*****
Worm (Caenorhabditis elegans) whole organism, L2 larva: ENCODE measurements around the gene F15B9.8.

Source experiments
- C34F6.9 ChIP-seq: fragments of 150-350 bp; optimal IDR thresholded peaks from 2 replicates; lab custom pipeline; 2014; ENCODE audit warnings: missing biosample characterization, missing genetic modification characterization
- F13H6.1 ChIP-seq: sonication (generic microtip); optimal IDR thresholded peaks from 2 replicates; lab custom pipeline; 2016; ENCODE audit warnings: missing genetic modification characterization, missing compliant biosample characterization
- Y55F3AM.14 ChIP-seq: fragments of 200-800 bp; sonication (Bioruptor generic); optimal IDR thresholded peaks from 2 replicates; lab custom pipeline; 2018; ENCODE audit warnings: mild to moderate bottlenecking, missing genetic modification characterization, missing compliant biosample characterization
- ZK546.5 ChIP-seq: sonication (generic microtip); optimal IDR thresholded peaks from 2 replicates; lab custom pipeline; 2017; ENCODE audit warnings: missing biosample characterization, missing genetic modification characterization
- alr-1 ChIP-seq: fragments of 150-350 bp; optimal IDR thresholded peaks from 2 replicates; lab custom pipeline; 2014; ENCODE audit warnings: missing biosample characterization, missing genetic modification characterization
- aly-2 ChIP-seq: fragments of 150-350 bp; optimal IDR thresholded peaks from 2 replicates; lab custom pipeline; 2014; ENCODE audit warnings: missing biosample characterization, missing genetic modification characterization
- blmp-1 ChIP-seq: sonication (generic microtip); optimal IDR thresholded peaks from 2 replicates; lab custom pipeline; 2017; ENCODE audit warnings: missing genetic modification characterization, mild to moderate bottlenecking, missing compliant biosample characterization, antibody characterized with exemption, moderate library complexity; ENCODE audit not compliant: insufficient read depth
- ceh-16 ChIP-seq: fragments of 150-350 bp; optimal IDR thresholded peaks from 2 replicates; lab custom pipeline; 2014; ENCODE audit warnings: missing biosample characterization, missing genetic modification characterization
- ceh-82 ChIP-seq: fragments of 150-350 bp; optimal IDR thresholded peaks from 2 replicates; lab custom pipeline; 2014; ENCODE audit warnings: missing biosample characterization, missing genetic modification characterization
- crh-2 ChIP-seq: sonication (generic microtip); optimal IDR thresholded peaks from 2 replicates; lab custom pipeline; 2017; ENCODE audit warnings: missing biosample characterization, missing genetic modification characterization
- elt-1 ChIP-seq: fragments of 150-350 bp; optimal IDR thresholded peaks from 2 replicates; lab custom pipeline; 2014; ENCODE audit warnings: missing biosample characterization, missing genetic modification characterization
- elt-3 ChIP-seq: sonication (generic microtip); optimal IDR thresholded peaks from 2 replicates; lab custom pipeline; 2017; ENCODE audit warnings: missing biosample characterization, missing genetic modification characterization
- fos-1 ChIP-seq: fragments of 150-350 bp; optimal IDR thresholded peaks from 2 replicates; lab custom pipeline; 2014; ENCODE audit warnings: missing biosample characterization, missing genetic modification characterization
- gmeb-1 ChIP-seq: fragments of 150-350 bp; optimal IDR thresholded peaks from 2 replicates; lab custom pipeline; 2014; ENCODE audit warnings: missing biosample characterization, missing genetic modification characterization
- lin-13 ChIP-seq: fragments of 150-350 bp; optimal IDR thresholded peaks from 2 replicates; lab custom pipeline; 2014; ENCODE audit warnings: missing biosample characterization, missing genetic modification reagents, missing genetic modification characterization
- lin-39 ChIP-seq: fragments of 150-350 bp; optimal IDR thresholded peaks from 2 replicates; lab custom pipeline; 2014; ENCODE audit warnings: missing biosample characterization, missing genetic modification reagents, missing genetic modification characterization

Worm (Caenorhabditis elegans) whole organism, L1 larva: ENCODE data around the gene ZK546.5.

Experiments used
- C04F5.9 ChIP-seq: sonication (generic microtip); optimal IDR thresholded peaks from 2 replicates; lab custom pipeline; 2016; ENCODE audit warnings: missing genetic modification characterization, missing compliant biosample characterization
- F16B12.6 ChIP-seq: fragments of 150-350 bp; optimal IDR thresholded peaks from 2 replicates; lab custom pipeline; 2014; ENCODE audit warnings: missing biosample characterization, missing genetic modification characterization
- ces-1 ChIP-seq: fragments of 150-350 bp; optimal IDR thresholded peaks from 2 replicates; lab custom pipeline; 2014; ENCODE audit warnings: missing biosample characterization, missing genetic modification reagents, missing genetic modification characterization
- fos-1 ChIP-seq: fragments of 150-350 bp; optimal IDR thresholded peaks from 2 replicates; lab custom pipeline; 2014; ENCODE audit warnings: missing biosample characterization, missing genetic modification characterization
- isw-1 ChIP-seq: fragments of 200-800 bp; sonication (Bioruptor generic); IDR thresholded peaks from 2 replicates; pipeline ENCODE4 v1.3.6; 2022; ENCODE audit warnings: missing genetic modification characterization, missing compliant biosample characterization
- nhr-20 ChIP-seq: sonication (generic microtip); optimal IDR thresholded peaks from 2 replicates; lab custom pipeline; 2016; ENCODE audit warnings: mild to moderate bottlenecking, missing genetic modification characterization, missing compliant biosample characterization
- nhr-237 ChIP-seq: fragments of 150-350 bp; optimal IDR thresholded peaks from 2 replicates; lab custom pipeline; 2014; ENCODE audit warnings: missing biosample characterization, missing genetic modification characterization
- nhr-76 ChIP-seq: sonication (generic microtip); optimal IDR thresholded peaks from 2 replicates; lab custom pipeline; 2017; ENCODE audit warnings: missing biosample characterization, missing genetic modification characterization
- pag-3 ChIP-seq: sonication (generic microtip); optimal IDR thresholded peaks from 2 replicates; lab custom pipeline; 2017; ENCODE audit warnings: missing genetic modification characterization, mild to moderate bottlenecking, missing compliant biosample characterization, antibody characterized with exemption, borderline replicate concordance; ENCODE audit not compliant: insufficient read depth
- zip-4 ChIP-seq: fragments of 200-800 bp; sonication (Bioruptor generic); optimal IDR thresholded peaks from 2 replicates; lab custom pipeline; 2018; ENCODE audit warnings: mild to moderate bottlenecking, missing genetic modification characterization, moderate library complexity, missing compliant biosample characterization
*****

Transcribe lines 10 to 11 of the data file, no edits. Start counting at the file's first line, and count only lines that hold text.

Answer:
- ceh-16 ChIP-seq: fragments of 150-350 bp; optimal IDR thresholded peaks from 2 replicates; lab custom pipeline; 2014; ENCODE audit warnings: missing biosample characterization, missing genetic modification characterization
- ceh-82 ChIP-seq: fragments of 150-350 bp; optimal IDR thresholded peaks from 2 replicates; lab custom pipeline; 2014; ENCODE audit warnings: missing biosample characterization, missing genetic modification characterization